Second Moore Law do not apply to dvd development as you are dealing with mechanical parts, alignment etc.. not semiconductors. Why do you think it took over 15 years for an industrial blue laser. As for dual sided dvds. Do you want to wait for that hesitation (0.5 sec) for that layer change. Do you want to wait for your player to change disc (5 sec) or even for you to get up to change the disk. My 4 gig comment was for each layer.

What is the point of having a player that WON'T record OTA or DSS signal since the ATSC standard is 19.4 MBytes/sec for transmission. That is 10 times the 2.0 MBytes/sec for a perfect pre-recorded signal. You need at least 10MByte/sec for slightly better than S-VHS quality. Yes as always the MPAA has quite a say on this product. Remember what they did and said about prerecorded VHS tapes.

Maybe I am pestimistic but if it comes earlier that would be great. I would be there with you jumping up and down for joy but I want to be realistic and not be disappointed when two years comes by and it is not here yet. There are some people who will wait just because he heard a friend said hd-dvd will be out in six months. Hope you understand my viewpoint. And yes all products that we buy are transitional products. It is the timeline that you judge the transition. Holographic displays are next, and they are here. You just need two D-ILA projectors and a polarizer kit.


[This message has been edited by Andrew Lam (edited 03-20-2001).]

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post #6 of 44 Old 03-21-2001, 06:52 AM
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Quote:
<font face="Verdana, Arial" size="2">Originally posted by Andrew Lam:
What is the point of having a player that WON'T record OTA or DSS signal since the ATSC standard is 19.4 MBytes/sec for transmission. That is 10 times the 2.0 MBytes/sec for a perfect pre-recorded signal. You need at least 10MByte/sec for slightly better than S-VHS quality. Yes as always the MPAA has quite a say on this product. Remember what they did and said about prerecorded VHS tapes.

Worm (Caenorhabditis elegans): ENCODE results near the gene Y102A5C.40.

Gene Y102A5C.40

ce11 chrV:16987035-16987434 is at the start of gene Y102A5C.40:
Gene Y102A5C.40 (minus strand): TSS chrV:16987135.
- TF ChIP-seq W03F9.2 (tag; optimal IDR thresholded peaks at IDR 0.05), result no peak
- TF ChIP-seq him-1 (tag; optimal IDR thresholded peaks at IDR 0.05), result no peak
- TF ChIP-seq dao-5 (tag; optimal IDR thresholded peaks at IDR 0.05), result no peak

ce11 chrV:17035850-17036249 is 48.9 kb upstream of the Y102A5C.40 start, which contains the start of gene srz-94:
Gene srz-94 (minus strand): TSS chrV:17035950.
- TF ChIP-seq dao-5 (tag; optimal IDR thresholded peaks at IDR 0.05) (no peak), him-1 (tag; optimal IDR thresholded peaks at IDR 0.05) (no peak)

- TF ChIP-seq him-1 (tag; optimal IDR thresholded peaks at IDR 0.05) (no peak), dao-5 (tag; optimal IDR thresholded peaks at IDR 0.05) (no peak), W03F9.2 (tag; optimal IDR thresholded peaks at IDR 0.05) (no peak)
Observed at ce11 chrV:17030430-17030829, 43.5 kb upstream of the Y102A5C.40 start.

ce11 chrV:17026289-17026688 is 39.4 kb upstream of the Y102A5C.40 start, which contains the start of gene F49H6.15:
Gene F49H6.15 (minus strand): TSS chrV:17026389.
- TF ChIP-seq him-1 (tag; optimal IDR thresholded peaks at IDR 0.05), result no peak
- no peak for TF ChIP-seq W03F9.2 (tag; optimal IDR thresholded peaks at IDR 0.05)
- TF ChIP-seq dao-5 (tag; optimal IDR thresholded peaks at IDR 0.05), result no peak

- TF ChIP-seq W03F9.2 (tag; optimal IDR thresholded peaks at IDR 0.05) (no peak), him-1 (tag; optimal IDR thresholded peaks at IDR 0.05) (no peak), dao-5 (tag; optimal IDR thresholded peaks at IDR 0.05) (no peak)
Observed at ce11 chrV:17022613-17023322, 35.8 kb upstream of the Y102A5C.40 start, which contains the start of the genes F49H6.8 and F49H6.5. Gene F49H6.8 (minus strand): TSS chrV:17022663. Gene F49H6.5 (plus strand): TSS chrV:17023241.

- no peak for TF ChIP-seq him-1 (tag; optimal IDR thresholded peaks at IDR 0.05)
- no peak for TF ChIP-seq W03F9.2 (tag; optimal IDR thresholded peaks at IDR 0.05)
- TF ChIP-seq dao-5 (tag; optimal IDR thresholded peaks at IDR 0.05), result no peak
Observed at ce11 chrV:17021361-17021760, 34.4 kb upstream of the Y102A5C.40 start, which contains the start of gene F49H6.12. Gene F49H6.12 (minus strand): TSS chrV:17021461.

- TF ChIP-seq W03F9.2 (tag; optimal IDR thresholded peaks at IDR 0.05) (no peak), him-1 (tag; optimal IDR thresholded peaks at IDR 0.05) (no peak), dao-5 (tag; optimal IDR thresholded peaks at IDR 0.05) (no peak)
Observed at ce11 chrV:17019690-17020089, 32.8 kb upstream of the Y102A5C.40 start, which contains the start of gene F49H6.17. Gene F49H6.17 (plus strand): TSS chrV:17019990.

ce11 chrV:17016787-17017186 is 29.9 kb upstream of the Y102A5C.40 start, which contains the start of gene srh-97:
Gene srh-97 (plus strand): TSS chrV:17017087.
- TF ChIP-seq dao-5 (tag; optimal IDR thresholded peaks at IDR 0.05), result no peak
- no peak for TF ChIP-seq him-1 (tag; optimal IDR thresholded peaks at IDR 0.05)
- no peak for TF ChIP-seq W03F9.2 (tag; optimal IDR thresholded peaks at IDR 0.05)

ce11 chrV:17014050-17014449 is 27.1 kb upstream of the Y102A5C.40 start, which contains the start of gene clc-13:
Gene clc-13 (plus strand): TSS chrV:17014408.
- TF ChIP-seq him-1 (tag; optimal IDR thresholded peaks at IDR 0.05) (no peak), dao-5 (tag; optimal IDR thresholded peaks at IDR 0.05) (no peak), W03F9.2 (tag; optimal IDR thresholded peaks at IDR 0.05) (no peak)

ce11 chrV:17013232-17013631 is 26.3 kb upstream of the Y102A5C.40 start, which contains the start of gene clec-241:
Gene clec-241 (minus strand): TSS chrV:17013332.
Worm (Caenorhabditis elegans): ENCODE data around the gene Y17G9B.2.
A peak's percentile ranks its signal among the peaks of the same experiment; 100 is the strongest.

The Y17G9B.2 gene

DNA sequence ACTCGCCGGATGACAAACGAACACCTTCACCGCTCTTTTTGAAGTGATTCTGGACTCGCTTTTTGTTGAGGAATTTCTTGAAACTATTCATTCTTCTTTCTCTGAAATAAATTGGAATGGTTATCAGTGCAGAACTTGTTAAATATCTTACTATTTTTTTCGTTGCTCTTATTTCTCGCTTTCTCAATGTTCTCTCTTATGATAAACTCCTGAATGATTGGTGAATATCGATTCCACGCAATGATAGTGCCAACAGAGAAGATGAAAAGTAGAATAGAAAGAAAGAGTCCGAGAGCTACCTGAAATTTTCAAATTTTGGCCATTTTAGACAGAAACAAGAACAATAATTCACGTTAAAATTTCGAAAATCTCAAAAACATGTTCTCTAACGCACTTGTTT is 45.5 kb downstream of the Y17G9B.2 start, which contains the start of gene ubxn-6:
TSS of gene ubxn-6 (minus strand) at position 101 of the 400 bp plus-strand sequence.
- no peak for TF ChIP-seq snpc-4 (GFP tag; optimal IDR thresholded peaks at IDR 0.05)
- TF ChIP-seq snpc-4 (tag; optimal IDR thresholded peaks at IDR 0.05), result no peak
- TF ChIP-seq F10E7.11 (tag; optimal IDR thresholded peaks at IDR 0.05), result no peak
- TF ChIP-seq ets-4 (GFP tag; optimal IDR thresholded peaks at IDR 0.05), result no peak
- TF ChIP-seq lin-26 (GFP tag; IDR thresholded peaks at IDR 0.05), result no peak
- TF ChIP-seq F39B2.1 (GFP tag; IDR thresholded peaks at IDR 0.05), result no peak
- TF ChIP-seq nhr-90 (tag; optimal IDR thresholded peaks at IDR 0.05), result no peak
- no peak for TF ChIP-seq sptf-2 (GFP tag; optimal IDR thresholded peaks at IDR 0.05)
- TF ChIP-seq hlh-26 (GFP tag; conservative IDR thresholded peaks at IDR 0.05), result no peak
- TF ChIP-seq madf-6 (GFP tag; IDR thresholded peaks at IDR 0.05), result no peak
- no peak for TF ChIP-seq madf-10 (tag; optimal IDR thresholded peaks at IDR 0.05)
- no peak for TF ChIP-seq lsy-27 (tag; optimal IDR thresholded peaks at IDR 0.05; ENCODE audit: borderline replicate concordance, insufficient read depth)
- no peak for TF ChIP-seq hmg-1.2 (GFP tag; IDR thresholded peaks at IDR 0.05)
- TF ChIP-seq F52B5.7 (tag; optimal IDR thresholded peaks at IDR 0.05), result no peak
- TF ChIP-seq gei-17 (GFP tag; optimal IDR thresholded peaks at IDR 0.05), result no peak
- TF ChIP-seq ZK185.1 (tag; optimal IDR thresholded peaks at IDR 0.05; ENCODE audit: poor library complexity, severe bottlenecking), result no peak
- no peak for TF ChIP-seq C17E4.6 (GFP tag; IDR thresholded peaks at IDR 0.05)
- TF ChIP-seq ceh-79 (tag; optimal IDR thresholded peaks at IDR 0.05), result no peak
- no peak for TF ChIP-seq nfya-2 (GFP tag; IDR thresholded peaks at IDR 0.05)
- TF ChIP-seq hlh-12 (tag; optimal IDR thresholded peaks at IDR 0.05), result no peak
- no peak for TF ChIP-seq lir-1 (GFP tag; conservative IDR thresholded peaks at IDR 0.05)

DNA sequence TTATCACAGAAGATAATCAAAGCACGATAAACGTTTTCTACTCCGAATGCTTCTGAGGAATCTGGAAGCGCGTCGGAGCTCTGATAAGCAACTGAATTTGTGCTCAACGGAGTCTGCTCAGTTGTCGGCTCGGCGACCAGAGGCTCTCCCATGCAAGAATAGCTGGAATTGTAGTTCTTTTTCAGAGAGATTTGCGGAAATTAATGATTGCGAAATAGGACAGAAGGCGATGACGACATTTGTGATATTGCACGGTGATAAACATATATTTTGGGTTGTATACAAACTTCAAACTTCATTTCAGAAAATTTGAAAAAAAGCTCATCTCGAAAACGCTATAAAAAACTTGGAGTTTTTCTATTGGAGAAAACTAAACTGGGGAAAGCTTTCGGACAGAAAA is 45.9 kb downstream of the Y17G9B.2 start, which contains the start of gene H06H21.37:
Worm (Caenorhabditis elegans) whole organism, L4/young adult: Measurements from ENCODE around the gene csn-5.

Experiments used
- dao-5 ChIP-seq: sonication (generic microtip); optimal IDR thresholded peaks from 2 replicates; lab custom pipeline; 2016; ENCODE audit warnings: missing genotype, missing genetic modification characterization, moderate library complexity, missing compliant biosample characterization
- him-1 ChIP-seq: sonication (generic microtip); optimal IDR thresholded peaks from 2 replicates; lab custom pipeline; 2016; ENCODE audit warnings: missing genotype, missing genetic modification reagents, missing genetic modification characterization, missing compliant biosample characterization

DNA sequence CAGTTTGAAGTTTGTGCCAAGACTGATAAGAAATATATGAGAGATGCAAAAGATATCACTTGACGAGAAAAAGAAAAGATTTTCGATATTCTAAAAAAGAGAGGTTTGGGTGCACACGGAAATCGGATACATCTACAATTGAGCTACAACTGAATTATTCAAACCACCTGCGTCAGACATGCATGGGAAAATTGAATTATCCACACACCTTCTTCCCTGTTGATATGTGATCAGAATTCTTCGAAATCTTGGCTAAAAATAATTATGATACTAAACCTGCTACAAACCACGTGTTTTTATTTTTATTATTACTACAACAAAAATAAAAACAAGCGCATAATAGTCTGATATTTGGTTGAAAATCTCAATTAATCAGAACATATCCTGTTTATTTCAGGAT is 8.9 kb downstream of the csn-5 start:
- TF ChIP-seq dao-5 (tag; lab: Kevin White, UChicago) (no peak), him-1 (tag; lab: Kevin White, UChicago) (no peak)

</font>
ATSC transmits 19.4 Megabits per second (Mbs), not Megabytes per-second (MBs) or approximately 2.5 Megabytes per second. With a good two or three pass encoding system, starting with 24 frame film-originated content, you can get high-quality HD (1920x1080/24P) at 12Mbs giving you a 2 hour movie in around 12GB -- something that will fit (although split on two layers and two sides on a disk today). Having said that, the current DVD standard is limited to playback at 10Mbs, which is still too slow.

According to Sony's CTO, HD-DVD should be here within the next 18 months to two years. Their initial player should cost around $1,200 just about the same price point as their first DVD player, and their content should be priced at about the same price as current content (they want you to replace your film library again).

He also expects them to release a consumer-priced HD camcorder in around the same time frame.

/carmi
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post #7 of 44 Old 03-21-2001, 12:11 PM
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does that mean that HDTV is dying the same death that Laser disk did? they will be a novelty for the obsessed only and be sold only on ebay??
hmmmmmmm.

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post #8 of 44 Old 03-21-2001, 12:20 PM - Thread Starter
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No, it doesn't, and for one reason. While it might be small and analagous to laserdisc now, the main difference between HDTV and laserdisc, is that the government didnt mandate that all non laserdisc players would be eventually shut off. Digital TV WILL prevail in america, because the government has mandated it. The analog bandwith stations have now must be returned or they'll be charged exorbitant rental charges. Therefore the transition will happen.
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post #9 of 44 Old 03-21-2001, 01:10 PM
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&gt; He also expects them to release a consumer-priced HD camcorder in around the same time frame [18 to 24 months].

Wow! Any links or articles on this? That would be very exciting news.
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post #10 of 44 Old 03-21-2001, 03:20 PM